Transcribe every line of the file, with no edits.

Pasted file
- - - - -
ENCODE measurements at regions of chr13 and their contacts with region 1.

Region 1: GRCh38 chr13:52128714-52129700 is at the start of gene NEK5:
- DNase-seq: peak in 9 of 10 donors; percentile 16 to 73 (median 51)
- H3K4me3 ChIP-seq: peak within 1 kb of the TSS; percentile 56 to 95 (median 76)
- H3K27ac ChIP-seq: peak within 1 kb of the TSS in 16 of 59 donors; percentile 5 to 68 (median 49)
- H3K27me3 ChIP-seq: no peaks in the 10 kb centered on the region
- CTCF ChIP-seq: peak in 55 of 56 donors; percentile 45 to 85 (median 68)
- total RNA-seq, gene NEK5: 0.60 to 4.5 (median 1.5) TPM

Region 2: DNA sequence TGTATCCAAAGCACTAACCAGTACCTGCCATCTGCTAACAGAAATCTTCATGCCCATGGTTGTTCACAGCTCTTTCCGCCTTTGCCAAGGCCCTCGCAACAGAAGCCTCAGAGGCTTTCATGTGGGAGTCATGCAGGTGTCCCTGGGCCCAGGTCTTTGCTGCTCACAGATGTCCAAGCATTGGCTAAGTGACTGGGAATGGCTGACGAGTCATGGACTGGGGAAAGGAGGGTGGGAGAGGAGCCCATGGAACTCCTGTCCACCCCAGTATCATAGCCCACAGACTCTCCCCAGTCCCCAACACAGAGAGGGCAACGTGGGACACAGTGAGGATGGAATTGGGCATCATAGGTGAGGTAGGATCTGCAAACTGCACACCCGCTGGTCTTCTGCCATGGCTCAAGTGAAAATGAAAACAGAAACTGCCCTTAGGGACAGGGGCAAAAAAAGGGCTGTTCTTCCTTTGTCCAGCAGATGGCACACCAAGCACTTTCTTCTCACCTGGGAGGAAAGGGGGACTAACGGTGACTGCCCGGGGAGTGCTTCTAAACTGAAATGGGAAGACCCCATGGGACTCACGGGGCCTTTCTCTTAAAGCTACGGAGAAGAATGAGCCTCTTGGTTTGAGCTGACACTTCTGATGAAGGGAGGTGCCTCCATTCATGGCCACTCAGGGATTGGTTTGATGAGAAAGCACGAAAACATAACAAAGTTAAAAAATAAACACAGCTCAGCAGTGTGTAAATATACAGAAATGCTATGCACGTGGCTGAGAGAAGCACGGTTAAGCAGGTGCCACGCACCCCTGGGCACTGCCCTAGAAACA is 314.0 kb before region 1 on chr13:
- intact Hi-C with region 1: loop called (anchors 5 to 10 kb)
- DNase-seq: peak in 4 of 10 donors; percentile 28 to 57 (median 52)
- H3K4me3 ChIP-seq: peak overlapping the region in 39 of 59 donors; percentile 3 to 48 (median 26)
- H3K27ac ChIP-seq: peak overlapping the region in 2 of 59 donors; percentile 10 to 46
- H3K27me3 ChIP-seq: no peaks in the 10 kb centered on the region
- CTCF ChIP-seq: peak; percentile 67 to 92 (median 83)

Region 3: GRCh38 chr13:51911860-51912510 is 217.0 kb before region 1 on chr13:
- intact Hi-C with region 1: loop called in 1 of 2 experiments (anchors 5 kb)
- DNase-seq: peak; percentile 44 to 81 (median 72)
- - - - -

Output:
ENCODE measurements at regions of chr13 and their contacts with region 1.

Region 1: GRCh38 chr13:52128714-52129700 is at the start of gene NEK5:
- DNase-seq: peak in 9 of 10 donors; percentile 16 to 73 (median 51)
- H3K4me3 ChIP-seq: peak within 1 kb of the TSS; percentile 56 to 95 (median 76)
- H3K27ac ChIP-seq: peak within 1 kb of the TSS in 16 of 59 donors; percentile 5 to 68 (median 49)
- H3K27me3 ChIP-seq: no peaks in the 10 kb centered on the region
- CTCF ChIP-seq: peak in 55 of 56 donors; percentile 45 to 85 (median 68)
- total RNA-seq, gene NEK5: 0.60 to 4.5 (median 1.5) TPM

Region 2: DNA sequence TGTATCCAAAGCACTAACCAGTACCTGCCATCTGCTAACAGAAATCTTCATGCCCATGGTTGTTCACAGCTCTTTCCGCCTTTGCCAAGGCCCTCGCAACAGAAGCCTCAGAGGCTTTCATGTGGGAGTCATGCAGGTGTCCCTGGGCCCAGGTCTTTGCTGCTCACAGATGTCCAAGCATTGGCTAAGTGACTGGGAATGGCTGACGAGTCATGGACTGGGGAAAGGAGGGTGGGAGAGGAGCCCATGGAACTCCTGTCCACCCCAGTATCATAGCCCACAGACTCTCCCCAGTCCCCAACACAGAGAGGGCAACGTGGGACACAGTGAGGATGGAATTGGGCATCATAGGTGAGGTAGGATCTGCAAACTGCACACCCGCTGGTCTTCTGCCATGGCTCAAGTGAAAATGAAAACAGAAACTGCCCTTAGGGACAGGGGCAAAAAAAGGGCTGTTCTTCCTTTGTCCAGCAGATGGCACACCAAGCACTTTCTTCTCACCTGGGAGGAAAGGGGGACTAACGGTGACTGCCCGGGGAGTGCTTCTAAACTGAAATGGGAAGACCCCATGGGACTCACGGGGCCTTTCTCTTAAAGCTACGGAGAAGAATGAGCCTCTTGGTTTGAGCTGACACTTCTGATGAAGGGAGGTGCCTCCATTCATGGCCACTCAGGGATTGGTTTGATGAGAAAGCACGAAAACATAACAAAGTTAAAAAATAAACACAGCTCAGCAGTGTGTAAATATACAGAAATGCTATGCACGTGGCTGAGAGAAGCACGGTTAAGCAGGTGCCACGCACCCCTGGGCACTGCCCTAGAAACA is 314.0 kb before region 1 on chr13:
- intact Hi-C with region 1: loop called (anchors 5 to 10 kb)
- DNase-seq: peak in 4 of 10 donors; percentile 28 to 57 (median 52)
- H3K4me3 ChIP-seq: peak overlapping the region in 39 of 59 donors; percentile 3 to 48 (median 26)
- H3K27ac ChIP-seq: peak overlapping the region in 2 of 59 donors; percentile 10 to 46
- H3K27me3 ChIP-seq: no peaks in the 10 kb centered on the region
- CTCF ChIP-seq: peak; percentile 67 to 92 (median 83)

Region 3: GRCh38 chr13:51911860-51912510 is 217.0 kb before region 1 on chr13:
- intact Hi-C with region 1: loop called in 1 of 2 experiments (anchors 5 kb)
- DNase-seq: peak; percentile 44 to 81 (median 72)